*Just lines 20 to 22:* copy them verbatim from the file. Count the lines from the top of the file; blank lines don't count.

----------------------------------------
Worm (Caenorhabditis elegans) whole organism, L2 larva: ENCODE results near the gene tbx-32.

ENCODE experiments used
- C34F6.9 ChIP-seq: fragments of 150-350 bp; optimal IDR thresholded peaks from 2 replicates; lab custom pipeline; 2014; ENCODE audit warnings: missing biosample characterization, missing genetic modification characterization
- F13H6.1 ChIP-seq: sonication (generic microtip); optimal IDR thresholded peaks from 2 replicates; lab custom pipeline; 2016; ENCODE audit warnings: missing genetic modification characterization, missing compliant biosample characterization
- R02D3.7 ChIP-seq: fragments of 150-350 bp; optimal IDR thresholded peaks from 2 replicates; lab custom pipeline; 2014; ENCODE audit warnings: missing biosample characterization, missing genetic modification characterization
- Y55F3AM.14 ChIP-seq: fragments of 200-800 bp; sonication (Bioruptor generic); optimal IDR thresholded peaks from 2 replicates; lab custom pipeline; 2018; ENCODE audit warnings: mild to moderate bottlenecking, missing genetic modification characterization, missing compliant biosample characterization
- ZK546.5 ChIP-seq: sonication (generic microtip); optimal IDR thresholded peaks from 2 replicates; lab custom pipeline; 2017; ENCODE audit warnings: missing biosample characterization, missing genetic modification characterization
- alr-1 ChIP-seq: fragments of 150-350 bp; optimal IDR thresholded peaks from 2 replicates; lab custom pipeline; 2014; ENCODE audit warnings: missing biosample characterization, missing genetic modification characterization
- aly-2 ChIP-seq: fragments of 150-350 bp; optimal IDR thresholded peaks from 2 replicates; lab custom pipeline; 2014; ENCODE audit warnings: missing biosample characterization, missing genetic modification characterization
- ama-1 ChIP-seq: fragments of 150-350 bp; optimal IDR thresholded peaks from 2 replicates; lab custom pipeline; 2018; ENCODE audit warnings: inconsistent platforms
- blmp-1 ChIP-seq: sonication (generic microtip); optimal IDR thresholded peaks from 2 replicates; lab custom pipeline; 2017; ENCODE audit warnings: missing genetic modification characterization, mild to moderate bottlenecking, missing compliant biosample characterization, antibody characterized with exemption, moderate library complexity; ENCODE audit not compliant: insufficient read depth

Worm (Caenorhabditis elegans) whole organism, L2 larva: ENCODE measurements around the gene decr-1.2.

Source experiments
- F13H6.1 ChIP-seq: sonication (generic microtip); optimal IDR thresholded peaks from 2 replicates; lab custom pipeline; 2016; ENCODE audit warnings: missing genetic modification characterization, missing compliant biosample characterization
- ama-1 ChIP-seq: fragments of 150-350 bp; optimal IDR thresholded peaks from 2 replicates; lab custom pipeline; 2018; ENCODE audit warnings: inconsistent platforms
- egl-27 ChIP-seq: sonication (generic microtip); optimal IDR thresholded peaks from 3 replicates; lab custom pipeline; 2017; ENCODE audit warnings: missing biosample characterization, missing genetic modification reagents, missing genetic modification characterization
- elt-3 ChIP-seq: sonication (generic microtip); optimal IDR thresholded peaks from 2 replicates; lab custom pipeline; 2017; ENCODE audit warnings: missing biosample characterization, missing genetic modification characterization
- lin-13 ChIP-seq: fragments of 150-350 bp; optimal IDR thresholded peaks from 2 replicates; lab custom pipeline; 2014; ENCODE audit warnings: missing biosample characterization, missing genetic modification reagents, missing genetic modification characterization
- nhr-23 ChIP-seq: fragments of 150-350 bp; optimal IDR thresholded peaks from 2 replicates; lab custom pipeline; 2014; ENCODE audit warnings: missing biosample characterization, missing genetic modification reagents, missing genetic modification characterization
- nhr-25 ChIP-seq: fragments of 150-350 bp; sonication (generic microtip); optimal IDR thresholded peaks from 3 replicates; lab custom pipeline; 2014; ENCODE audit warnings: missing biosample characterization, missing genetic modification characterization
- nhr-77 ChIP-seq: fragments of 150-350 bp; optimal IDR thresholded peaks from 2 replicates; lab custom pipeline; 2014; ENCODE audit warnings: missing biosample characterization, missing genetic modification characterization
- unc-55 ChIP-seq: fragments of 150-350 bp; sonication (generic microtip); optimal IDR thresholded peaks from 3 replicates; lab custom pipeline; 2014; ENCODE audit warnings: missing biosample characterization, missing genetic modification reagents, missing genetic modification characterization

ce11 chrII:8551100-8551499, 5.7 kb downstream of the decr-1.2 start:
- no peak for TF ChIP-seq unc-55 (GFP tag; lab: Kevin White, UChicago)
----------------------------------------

- nhr-25 ChIP-seq: fragments of 150-350 bp; sonication (generic microtip); optimal IDR thresholded peaks from 3 replicates; lab custom pipeline; 2014; ENCODE audit warnings: missing biosample characterization, missing genetic modification characterization
- nhr-77 ChIP-seq: fragments of 150-350 bp; optimal IDR thresholded peaks from 2 replicates; lab custom pipeline; 2014; ENCODE audit warnings: missing biosample characterization, missing genetic modification characterization
- unc-55 ChIP-seq: fragments of 150-350 bp; sonication (generic microtip); optimal IDR thresholded peaks from 3 replicates; lab custom pipeline; 2014; ENCODE audit warnings: missing biosample characterization, missing genetic modification reagents, missing genetic modification characterization